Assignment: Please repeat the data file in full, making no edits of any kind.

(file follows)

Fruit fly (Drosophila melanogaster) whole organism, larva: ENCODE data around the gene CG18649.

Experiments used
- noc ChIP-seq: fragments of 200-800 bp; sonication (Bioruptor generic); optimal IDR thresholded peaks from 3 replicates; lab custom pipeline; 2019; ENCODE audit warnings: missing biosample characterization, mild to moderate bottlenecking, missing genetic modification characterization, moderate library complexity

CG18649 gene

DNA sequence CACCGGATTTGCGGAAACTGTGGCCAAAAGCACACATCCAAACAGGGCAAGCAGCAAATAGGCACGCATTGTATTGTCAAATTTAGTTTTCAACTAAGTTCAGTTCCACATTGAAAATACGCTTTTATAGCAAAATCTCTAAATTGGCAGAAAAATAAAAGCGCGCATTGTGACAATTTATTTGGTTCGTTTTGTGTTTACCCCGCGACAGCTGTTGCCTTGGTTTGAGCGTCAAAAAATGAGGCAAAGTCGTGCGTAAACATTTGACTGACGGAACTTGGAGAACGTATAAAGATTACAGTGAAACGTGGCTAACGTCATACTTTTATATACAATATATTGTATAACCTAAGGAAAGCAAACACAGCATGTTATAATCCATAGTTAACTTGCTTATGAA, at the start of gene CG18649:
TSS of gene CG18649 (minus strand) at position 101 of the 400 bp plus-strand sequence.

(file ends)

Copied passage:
Fruit fly (Drosophila melanogaster) whole organism, larva: ENCODE data around the gene CG18649.

Experiments used
- noc ChIP-seq: fragments of 200-800 bp; sonication (Bioruptor generic); optimal IDR thresholded peaks from 3 replicates; lab custom pipeline; 2019; ENCODE audit warnings: missing biosample characterization, mild to moderate bottlenecking, missing genetic modification characterization, moderate library complexity

CG18649 gene

DNA sequence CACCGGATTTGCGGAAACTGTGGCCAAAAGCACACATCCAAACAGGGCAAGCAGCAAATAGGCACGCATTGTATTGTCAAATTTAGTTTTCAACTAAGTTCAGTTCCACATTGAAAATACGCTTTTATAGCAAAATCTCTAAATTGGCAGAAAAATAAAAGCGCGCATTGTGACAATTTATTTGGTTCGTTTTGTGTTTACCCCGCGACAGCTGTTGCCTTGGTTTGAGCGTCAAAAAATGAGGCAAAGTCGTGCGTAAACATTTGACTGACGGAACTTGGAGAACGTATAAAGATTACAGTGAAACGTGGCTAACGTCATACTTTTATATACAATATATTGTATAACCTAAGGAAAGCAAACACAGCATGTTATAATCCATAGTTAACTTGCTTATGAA, at the start of gene CG18649:
TSS of gene CG18649 (minus strand) at position 101 of the 400 bp plus-strand sequence.